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A Not So Fond Farewell

President Barack Obama gave his farewell address on Tuesday night, so at least we’ve got that going for us.
President-elect Donald Trump once again grabbed all the attention, of course, with his indignantly “tweeted” denial of some juicy new allegations that were reportedly included in the intelligence community’s much-debated reports to Congress and other officials concerning Russia’s alleged meddling in the past election. A maybe true and maybe not true dossier of allegations was compiled by a reportedly respected ex-British intelligence official, and is now splashed all over the internet, and it mentions Russian prostitutes and some very kinky sex acts, as well as several presumably more hygienic but no less newsworthy contacts that Trump’s business and campaign officials had with Russian officials, and it’s undeniably more irresistible conversation fodder than another one of Obama’s orations.
All that cloak and dagger and kinky sex stuff will play out over the next several days or weeks or months, though, if not much longer than that, and in the meantime we feel obliged to take note of Obama’s speech.
For the past nine years or so we’ve been hearing about what a wonderfully eloquent orator Obama is, but we were once again unimpressed. The language is well-crafted enough by comparison to his successor’s schoolyard taunts and constant interjections of “believe me” and “OK?” and “that I can tell you,” but that’s damning by faint praise, and up against an Abraham Lincoln or Winston Churchill or Martin Luther King or any other first rate rhetorician it’s not at all memorable. Even his most awe-struck admirers are hard-pressed to remember any line he ever uttered quite so iconic as Dwight Eisenhower’s farewell address coinage of “military-industrial complex” or John Kennedy’s “bear any burden” shtick or even George W. Bush’s pithy “soft bigotry of low expectations,” and what they do come up with about “no red states or blues states” and “hope and change” and “yes we can” and that one about the sea levels falling now sounds faintly ridiculous after eight long years of his tiresome speeches.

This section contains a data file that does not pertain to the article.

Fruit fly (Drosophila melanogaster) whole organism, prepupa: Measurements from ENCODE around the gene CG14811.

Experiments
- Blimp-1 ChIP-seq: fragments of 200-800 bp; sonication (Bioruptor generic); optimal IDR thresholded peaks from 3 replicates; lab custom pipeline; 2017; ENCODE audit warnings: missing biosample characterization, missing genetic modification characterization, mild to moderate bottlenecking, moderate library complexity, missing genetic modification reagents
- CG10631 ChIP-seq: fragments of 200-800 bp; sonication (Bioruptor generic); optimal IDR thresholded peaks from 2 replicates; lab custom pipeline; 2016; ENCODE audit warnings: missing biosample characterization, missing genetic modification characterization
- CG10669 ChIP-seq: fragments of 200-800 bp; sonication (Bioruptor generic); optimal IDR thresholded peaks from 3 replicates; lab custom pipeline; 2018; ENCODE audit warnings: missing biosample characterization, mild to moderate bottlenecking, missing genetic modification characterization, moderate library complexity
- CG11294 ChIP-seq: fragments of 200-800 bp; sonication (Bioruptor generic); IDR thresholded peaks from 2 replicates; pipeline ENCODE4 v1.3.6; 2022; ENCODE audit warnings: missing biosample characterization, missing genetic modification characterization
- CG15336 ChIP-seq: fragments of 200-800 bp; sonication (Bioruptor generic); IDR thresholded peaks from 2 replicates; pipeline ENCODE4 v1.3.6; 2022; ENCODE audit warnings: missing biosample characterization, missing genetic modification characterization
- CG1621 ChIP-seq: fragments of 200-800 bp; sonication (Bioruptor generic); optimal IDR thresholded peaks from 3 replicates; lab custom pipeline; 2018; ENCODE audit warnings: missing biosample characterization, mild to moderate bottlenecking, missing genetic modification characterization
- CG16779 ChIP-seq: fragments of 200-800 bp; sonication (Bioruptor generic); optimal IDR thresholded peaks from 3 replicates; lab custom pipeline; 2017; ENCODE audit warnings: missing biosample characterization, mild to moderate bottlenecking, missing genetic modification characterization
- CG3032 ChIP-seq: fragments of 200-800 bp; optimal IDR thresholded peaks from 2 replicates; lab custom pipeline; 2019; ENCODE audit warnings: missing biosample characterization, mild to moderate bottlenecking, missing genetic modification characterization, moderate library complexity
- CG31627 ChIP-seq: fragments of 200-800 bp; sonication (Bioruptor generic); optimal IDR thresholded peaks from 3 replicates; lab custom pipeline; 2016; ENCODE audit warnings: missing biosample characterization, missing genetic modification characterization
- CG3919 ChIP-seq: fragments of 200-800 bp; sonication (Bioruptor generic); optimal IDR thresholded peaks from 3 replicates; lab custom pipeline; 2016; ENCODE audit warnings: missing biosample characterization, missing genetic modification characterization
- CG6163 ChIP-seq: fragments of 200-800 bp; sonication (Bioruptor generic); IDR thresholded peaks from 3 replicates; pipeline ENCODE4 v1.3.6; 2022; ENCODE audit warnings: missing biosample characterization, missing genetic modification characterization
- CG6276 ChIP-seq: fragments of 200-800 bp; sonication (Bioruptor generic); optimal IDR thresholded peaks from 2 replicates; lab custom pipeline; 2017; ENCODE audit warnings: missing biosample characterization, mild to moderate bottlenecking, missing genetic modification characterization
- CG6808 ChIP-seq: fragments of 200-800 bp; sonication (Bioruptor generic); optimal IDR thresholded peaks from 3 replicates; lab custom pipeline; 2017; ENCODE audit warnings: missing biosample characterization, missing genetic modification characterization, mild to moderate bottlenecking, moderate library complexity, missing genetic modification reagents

Which left poor Obama, just 10 short days away from the seemingly inevitable inauguration of Trump, with the difficult job of making the case that all that hope had not been misplaced. He had a friendly audience in his adopted hometown of Chicago, all revved up by a soulful rendition of the the National Anthem, and he bounded on the stage with a rock star’s roar and a rock star’s rote greeting to a certain local neighborhood and a whole of thank you thank you very much, followed by some lame self-deprecating humor about being a lame duck, then he started waxing eloquent. He did so well enough that his still-ardent admirers who still feel that hope were probably tugging at their eyes, but any eyes that have been keeping a more unblinking watch on the past eight years were rolling.
There was some nostalgic talk about his young and idealistic days as a community organizer on the south side of Chicago, and how he learned that “Change only happens when ordinary people get involved, and they get engaged, and they come together to demand it.” That same south side of Chicago is presently so disorganized that it has a murder rate that would shock the denizens of your average third world hellhole, but so far the survivors haven’t gotten involved and engaged and demand change from Obama’s associates at City Hall, and somehow we got the sense that he wasn’t urging them to start now.